Tropical Storm Hermine has just become Hurricane Hermine, with the National Hurricane Center saying the storm is traveling at about 14 miles per hour toward Florida. Its winds have moved up from 70 miles an hour to 75 miles per hour. This storm is likely to create a lot of rain and wind over the long Labor Day weekend. What is so much of a concern is the tropical storm’s projected path in the days ahead and into next week.
It is one thing to say that this will be the first hurricane to hit Florida this decade. It is another point to see where the storm will hit. Then what has to be considered is where the storm will end up and it could threaten many coastal and inland cities in Florida, Georgia, South Carolina, North Carolina, Virginia and then potentially the rest of the states along the Northeast’s coast after the weekend.
Perhaps the good news here is that this is not expected to be ranked as a major hurricane. Still, any hurricane is a major storm if you and your house and belongings happen to be in the storm’s path.
Whether this hits Florida as a tropical storm or as a hurricane remains to be seen despite the storm being upgraded to a hurricane. As of Thursday afternoon there rain forecasts have been included. 24/7 Wall St. decided to take an online photo montage from Weather.com, the National Hurricane Center, ABC, and Weather Underground.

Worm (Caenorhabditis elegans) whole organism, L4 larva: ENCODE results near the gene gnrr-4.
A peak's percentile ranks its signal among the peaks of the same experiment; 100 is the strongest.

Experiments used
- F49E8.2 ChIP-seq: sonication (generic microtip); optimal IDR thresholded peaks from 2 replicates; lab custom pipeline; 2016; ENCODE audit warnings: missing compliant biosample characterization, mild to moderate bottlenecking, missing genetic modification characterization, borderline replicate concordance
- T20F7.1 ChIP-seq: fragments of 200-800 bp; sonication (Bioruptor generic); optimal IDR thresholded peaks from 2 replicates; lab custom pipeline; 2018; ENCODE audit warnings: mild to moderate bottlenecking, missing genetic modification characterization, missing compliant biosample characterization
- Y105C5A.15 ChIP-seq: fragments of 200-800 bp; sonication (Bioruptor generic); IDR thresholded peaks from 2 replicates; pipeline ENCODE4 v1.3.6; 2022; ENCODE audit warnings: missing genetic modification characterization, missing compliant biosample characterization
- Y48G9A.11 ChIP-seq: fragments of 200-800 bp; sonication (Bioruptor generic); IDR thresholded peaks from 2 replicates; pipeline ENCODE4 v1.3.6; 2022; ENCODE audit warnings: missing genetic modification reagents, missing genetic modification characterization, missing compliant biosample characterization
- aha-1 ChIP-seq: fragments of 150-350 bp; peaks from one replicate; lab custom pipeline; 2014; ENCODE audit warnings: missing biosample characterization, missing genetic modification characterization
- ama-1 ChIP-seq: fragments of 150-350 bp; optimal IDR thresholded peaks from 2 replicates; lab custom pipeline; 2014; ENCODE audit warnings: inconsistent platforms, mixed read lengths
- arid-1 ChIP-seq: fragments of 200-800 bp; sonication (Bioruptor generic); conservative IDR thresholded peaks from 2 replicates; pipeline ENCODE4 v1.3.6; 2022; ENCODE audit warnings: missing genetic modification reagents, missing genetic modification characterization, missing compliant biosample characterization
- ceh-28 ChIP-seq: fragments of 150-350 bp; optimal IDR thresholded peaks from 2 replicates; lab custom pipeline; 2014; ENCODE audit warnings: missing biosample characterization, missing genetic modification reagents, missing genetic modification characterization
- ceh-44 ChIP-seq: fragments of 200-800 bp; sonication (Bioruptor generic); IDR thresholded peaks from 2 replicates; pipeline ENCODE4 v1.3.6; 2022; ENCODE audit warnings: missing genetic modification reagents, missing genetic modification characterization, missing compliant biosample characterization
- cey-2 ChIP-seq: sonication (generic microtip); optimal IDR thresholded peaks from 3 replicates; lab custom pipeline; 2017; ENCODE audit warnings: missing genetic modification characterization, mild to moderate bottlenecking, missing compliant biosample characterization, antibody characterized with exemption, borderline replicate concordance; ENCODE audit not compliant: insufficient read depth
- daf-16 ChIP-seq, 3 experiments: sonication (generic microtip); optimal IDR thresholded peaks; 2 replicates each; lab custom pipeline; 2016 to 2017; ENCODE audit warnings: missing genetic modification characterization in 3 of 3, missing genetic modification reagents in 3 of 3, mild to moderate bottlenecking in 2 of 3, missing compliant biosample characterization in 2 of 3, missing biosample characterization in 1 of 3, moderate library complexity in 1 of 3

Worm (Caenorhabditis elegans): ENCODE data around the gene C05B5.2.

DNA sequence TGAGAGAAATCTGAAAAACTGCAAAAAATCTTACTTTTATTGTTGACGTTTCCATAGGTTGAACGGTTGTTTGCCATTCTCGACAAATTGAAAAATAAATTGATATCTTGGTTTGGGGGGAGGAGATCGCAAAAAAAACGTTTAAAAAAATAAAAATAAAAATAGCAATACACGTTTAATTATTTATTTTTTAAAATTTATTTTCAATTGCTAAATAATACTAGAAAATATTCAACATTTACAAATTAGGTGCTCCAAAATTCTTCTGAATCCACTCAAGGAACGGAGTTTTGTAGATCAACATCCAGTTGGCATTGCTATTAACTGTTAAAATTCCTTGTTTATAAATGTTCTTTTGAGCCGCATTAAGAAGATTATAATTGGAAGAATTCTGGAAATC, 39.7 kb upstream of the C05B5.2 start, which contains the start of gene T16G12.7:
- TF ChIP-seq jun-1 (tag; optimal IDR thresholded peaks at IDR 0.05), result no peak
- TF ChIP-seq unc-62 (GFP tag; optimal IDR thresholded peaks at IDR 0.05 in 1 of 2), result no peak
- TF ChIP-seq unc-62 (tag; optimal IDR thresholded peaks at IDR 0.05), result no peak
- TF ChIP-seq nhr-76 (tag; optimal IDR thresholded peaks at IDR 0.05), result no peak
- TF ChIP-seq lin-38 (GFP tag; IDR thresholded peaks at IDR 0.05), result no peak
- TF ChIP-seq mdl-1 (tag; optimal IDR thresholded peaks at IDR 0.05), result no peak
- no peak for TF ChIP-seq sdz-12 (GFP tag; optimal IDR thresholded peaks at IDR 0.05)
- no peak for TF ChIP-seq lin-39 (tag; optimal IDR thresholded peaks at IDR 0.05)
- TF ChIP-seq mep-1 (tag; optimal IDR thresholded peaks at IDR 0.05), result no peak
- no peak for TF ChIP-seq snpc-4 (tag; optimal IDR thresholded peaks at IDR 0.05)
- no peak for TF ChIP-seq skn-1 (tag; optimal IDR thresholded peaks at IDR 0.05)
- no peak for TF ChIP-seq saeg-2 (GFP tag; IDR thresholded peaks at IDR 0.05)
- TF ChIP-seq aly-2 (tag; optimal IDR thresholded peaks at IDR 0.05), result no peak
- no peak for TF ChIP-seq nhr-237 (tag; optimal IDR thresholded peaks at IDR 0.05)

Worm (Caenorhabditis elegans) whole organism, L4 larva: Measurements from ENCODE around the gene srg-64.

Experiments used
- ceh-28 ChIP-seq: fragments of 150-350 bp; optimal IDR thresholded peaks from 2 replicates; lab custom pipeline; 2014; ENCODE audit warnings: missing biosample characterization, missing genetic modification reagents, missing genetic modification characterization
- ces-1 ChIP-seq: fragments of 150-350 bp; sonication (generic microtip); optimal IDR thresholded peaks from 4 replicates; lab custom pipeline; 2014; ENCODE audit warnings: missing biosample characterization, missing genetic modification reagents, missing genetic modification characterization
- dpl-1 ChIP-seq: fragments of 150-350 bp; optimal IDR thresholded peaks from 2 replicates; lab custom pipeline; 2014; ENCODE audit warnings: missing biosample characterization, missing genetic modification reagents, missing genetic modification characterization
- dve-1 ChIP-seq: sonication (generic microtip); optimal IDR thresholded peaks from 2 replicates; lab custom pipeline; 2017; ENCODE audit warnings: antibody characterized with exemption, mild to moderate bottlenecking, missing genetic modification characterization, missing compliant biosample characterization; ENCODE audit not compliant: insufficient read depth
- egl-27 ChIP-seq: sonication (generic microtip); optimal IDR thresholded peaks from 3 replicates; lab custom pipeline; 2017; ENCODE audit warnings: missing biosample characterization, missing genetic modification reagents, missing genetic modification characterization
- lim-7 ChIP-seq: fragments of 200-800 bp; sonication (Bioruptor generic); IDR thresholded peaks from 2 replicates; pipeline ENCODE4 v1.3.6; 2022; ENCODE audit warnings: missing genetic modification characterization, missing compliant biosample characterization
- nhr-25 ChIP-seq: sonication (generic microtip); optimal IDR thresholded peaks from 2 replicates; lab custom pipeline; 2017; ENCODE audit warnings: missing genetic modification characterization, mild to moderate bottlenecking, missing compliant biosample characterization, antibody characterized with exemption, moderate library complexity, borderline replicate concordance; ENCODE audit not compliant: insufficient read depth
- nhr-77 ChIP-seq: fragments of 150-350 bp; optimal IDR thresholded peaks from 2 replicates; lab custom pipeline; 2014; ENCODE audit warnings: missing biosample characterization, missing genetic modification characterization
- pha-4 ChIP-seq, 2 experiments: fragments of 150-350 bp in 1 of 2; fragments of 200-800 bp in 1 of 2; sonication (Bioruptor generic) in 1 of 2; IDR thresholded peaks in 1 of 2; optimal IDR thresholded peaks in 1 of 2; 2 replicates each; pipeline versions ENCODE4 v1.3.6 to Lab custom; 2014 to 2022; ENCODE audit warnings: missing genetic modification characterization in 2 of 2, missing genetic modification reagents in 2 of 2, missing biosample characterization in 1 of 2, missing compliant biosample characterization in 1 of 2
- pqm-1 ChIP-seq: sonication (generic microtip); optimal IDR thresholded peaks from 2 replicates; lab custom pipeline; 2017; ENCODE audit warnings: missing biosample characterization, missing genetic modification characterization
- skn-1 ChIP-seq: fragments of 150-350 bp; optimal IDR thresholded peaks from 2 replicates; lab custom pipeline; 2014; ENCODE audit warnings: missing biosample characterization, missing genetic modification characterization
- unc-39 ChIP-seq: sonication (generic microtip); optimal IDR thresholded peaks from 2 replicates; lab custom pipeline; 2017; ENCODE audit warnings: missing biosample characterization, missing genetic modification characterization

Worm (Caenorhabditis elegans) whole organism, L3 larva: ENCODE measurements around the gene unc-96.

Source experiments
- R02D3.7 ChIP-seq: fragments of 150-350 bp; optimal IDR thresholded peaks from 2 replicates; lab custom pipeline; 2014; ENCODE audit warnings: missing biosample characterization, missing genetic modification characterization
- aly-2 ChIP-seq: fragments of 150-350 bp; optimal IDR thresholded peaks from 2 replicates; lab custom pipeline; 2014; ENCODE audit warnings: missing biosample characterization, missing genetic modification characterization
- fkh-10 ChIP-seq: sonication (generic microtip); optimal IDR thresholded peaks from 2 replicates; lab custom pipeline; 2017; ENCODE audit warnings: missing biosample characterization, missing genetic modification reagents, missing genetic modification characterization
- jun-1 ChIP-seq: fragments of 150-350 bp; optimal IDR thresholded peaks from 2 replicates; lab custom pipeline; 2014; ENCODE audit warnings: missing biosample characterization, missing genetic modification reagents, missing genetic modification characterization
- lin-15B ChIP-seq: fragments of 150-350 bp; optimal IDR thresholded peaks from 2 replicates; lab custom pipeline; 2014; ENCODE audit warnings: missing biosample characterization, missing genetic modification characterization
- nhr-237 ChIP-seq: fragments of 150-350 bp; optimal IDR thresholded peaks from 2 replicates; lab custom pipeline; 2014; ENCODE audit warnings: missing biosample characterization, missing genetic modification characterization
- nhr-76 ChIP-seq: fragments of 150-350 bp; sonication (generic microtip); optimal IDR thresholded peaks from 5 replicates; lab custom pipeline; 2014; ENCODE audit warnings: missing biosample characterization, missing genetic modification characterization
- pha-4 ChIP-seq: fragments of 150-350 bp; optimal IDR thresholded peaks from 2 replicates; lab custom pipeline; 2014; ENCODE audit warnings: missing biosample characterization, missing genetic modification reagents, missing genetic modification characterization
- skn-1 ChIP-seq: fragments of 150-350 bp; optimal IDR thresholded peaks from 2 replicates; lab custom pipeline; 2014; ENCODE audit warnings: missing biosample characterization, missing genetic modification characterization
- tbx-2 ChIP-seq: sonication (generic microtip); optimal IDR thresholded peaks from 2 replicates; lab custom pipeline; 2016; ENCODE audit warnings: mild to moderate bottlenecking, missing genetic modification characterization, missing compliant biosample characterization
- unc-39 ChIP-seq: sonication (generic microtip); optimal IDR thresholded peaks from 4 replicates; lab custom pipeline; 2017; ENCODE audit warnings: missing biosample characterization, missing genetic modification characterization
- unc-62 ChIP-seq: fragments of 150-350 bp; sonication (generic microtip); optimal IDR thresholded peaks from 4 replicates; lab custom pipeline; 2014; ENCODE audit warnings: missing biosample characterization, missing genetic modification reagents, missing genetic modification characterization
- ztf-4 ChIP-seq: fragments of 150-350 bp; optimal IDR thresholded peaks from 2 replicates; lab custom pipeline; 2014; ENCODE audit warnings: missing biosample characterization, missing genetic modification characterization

The National Hurricane Center said at its 2:55 p.m. Eastern Time update:
Data from an Air Force Reserve Hurricane Hunter aircraft indicate that maximum sustained winds in Hermine have increased to near 75 mph (120 km/h). Based on these data, Hermine is now upgraded to a hurricane, the fourth hurricane of 2016 in the Atlantic basin.
One issue of concern is that this storm puts the entire Eastern seaboard within the path. That puts cities in and around the northwestern part of Florida at the largest risk, but the states to the north also have to prepare for serious rain and wind. There are also no assurances that projected storm paths hold true in the hours and days ahead. That means that it could be worse or not as bad, and that means it could travel exactly as expected or that it could move to a different track.
If you have been watching hurricanes and tropical storms for years as an outsider, or as a person in the path of a storm, you probably know that predicting the exact weather and the exact paths are elusive.
Even if a storm does not actually pass directly over a city or an area, the rain clouds and outer bands can separate and create large rain storms. Again, the path puts many major cities in the potential path for wind and rain in the coming days.
24/7 Wall St. has covered many current and potential issues around storms and natural disasters over the years. Here are some of the key reports:
- 15 US cities most at risk from storm surges
- Cities where hurricanes can do the worst damage
- 7 states with the most dangerous weather
- Would a hurricane cost Miami $144 billion?